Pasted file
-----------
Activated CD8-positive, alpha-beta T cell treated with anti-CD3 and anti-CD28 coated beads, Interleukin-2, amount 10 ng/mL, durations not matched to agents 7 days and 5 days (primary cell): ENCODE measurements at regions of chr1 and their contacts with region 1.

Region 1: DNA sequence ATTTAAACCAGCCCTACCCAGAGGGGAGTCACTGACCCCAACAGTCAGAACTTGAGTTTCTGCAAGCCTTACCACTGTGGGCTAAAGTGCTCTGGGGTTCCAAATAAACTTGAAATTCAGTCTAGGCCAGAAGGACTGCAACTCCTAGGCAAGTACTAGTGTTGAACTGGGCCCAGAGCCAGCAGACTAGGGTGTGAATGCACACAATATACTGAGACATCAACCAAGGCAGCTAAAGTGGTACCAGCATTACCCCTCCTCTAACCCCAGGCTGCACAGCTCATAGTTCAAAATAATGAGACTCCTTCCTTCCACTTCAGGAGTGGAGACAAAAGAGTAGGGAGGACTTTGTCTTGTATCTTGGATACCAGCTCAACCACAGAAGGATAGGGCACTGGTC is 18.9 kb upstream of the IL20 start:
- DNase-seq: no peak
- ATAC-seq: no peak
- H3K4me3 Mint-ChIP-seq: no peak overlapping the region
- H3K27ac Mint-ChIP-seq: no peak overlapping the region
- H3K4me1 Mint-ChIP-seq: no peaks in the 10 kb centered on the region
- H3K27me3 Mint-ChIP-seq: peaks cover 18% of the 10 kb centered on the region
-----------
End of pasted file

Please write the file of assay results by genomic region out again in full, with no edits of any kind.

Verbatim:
Activated CD8-positive, alpha-beta T cell treated with anti-CD3 and anti-CD28 coated beads, Interleukin-2, amount 10 ng/mL, durations not matched to agents 7 days and 5 days (primary cell): ENCODE measurements at regions of chr1 and their contacts with region 1.

Region 1: DNA sequence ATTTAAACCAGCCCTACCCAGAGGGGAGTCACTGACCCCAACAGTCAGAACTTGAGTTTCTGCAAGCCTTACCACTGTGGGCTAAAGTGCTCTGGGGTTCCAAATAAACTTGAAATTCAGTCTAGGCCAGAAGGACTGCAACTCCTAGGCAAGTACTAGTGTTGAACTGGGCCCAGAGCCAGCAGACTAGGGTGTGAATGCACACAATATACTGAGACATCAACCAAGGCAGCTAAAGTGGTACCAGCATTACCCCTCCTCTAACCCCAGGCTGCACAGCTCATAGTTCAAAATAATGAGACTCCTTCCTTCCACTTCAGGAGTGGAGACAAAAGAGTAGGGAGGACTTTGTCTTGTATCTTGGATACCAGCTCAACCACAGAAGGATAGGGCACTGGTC is 18.9 kb upstream of the IL20 start:
- DNase-seq: no peak
- ATAC-seq: no peak
- H3K4me3 Mint-ChIP-seq: no peak overlapping the region
- H3K27ac Mint-ChIP-seq: no peak overlapping the region
- H3K4me1 Mint-ChIP-seq: no peaks in the 10 kb centered on the region
- H3K27me3 Mint-ChIP-seq: peaks cover 18% of the 10 kb centered on the region